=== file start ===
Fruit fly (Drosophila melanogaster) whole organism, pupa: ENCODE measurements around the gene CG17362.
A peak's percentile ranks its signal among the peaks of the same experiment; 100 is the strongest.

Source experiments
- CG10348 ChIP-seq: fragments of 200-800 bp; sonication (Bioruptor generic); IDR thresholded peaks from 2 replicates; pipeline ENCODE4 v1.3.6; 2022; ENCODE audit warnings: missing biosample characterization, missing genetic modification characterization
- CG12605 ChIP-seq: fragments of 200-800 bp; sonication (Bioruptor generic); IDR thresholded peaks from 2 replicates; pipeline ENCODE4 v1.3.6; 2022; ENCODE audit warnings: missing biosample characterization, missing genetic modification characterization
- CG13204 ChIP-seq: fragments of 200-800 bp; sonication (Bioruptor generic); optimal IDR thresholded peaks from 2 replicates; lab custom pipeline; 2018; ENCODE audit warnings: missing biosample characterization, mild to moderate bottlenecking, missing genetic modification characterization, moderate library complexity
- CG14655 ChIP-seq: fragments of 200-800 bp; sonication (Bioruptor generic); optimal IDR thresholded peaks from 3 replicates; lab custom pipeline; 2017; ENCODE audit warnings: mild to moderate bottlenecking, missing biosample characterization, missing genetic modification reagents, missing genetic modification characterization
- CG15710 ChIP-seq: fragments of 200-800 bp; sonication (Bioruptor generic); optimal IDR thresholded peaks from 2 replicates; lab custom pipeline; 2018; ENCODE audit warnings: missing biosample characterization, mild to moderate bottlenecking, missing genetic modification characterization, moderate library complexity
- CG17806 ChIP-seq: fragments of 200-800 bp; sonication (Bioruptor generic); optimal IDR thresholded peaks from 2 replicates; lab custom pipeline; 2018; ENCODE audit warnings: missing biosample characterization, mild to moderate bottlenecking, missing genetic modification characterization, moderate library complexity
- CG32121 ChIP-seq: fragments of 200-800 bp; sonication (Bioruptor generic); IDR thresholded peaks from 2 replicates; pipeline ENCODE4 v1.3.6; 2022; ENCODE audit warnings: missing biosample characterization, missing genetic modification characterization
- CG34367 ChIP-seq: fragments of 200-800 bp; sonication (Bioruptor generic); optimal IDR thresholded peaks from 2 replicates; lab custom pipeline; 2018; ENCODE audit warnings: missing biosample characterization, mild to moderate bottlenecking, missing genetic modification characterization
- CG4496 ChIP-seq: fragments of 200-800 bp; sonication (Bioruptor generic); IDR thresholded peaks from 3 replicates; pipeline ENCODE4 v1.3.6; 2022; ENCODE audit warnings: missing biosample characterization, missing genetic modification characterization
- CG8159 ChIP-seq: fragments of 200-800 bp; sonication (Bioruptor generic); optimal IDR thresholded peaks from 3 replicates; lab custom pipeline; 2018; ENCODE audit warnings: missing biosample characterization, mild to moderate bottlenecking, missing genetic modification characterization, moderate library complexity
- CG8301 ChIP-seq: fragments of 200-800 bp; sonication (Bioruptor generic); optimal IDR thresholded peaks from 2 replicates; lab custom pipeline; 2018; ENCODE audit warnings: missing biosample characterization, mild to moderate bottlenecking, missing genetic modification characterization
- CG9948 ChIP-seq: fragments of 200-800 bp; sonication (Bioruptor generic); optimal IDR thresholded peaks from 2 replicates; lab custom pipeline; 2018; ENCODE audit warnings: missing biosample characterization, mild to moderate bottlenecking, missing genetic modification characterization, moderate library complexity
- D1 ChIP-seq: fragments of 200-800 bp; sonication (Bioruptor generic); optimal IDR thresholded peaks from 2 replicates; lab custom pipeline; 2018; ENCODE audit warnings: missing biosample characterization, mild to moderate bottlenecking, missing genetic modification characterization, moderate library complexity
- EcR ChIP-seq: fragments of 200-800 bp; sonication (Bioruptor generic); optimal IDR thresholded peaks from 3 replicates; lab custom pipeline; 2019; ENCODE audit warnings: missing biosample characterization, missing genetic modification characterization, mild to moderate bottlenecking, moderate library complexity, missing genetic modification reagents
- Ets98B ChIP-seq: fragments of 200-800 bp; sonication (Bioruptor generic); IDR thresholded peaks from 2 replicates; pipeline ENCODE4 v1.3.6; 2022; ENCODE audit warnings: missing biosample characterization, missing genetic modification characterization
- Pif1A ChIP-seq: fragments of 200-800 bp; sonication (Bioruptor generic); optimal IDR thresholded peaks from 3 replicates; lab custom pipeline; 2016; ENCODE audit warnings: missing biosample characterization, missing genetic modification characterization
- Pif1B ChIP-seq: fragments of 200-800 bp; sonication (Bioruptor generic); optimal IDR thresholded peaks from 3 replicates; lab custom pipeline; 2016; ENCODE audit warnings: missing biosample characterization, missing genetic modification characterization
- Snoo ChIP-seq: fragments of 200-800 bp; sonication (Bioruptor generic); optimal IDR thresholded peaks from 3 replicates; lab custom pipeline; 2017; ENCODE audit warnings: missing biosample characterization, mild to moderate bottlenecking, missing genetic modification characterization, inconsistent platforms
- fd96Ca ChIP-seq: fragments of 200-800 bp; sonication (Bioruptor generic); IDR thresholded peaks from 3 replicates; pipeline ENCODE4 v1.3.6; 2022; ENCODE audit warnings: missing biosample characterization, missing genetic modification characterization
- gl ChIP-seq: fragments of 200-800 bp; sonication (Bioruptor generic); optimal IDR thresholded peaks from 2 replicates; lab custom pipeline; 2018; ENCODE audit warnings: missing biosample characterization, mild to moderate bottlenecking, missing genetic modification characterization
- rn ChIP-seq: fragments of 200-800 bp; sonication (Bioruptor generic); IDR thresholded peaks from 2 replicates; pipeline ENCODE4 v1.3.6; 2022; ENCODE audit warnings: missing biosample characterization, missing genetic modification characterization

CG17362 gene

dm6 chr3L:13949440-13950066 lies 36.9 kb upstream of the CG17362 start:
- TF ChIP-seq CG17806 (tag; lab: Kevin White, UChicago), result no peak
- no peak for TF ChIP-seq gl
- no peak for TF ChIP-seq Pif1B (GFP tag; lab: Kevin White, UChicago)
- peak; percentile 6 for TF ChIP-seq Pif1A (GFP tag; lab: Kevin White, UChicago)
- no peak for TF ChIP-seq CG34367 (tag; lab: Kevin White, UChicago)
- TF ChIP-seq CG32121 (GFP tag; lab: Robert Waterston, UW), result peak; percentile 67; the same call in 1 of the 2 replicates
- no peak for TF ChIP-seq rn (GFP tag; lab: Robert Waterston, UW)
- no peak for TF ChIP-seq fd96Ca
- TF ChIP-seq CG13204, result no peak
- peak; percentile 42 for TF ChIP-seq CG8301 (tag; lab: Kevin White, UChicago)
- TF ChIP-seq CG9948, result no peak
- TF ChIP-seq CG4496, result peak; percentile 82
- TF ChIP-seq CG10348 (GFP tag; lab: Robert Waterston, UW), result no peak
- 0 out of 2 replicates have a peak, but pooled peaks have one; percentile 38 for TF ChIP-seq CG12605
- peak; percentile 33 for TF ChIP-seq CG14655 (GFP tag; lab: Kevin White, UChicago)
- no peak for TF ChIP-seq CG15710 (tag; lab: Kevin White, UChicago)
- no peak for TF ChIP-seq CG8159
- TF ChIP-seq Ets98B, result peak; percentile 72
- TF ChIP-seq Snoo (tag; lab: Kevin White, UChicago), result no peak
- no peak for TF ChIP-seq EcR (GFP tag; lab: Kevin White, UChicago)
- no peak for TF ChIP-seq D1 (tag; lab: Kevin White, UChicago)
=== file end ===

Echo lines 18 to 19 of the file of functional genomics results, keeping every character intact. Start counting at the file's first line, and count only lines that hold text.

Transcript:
- Ets98B ChIP-seq: fragments of 200-800 bp; sonication (Bioruptor generic); IDR thresholded peaks from 2 replicates; pipeline ENCODE4 v1.3.6; 2022; ENCODE audit warnings: missing biosample characterization, missing genetic modification characterization
- Pif1A ChIP-seq: fragments of 200-800 bp; sonication (Bioruptor generic); optimal IDR thresholded peaks from 3 replicates; lab custom pipeline; 2016; ENCODE audit warnings: missing biosample characterization, missing genetic modification characterization